The Fed hike will hit these two currencies

The Fed awakened but markets went to sleep: Barclays
The Fed awakened but markets went to sleep: Barclays

Currencies in Indonesia and Malaysia have already taken a beating over the past year, and the interest rate increases in the U.S. are set to deal them another blow.

"These two are a little bit more vulnerable to Fed hikes, tightening in dollar liquidity (and) capital outflows," Mitul Kotecha, head of Asia foreign-exchange at Barclays, told CNBC Thursday. "Both currencies may be more susceptible to weakness as we go into next year."

That's in part because both countries are commodity exporters. Higher U.S. interest rates are set to boost the U.S. dollar, which will weigh on the prices of dollar-denominated commodities.

Sharp drops in the prices of the two country's commodity exports, have helped to weaken their currencies to levels last seen during the 1998 Asian Financial Crisis. The U.S. dollar has strengthened around 24 percent against Malaysia's ringgit and nearly 14 percent against Indonesia's rupiah so far this year.

On Wednesday, the U.S. Federal Reserve raised its target federal funds rate to a range of 0.25 to 0.5 percent on Wednesday, marking its first rate increase since June 29, 2006.

Partly due to the rate hike, oil traded lower in the U.S., with crude oil futures settling Wednesday at $35.52 a barrel, down $1.83, or 4.90 percent, after weekly EIA crude inventories showed a rise of 4.8 million barrels.

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Pressure on energy prices will be compounded by a mild winter in the U.S. and that will hit both Malaysia and Indonesia, Robert Rennie, global head of foreign-exchange strategy Westpac Bank, told CNBC Thursday.

"If I'm right (and) the momentum in U.S. data picks up in the first quarter, that's something that accentuates (that), so I think the idea is that really we continue to see capital flight out of Asia (and) underperformance in Malaysia and Indonesia, hit by the commodity story as well," Rennie said.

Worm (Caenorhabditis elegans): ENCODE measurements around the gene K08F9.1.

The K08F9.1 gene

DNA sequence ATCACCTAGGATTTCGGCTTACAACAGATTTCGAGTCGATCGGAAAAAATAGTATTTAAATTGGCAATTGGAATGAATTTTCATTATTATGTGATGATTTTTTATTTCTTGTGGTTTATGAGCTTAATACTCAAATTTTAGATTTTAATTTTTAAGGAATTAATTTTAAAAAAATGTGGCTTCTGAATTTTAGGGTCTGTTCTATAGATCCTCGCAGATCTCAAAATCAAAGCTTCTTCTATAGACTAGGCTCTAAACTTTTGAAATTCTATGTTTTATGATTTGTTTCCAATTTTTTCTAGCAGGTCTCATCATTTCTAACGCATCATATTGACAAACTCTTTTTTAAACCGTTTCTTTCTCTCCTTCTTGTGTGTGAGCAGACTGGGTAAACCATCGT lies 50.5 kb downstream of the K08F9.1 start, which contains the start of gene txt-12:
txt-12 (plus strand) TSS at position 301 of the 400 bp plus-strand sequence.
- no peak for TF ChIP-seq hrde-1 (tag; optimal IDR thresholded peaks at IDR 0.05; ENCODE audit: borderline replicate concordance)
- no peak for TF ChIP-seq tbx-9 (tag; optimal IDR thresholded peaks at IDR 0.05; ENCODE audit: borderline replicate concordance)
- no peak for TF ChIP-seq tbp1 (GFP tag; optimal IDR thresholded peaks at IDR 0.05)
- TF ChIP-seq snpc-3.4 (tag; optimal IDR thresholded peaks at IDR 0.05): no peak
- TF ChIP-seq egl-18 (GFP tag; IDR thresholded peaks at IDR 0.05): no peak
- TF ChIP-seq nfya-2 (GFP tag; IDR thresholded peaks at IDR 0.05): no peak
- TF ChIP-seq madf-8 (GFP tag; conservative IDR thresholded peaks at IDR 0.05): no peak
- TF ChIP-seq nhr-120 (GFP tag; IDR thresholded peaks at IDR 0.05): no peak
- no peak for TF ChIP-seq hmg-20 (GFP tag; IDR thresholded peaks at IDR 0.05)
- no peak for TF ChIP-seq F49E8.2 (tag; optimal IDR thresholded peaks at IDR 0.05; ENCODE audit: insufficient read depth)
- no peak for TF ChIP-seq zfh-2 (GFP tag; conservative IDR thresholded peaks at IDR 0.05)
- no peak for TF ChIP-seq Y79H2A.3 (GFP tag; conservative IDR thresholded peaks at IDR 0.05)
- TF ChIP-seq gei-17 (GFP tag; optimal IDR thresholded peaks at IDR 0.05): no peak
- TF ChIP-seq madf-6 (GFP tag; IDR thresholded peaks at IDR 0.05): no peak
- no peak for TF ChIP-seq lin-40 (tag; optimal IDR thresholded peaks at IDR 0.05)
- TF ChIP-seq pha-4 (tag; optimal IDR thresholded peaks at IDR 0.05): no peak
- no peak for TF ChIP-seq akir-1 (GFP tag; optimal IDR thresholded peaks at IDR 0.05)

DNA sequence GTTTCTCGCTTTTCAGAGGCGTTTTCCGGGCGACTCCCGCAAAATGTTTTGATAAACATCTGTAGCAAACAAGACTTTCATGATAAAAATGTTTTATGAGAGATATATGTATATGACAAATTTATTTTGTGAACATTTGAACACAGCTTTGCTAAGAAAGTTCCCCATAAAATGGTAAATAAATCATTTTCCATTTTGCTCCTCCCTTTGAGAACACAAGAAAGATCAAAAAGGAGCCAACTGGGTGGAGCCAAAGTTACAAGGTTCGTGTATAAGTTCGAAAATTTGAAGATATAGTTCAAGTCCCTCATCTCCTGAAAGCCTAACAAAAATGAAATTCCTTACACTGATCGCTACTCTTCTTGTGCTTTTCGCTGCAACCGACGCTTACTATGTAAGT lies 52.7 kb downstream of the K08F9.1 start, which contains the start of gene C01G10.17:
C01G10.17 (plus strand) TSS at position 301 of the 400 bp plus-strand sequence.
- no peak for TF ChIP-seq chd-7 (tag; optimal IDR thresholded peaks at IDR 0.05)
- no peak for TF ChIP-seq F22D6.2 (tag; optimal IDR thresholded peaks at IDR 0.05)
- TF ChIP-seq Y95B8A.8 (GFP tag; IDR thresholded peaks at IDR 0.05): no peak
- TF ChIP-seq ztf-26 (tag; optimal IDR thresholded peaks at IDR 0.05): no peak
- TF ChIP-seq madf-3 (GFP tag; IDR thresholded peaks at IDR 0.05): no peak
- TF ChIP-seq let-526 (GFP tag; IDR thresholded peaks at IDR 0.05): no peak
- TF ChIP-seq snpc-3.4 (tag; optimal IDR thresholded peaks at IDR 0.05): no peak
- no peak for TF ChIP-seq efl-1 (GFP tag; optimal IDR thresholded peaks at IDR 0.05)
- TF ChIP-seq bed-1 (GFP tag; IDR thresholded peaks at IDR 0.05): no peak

Barclays has also pointed to concerns over the effect of lower oil prices on the rupiah and the ringgit.

"A potential further decline in oil prices from current levels remains the biggest 'known unknown' and has the potential to weigh on emerging market assets globally, especially on the commodity exporters (and not coincidentally high betas) of Malaysia and Indonesia," Barclays said in a note Thursday.

Still, Kotecha noted that the currencies' declines in the year ahead aren't likely to be as bad as in the year just completed.

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"The ringgit is already very cheap. It's already weakened a lot," he noted. "The pace of weakness might be more moderate. And even Indonesia, there is some potential upside here. The yield is pretty high and that makes it quite difficult for investors to go short this currency. We're not looking for either to fall out of bed."

Bank Indonesia is expected to keep its interest rate at 7.5 percent at its meeting Thursday, but some analysts are forecasting a cut in January.

—By CNBC.Com's Leslie Shaffer; Follow her on Twitter @LeslieShaffer1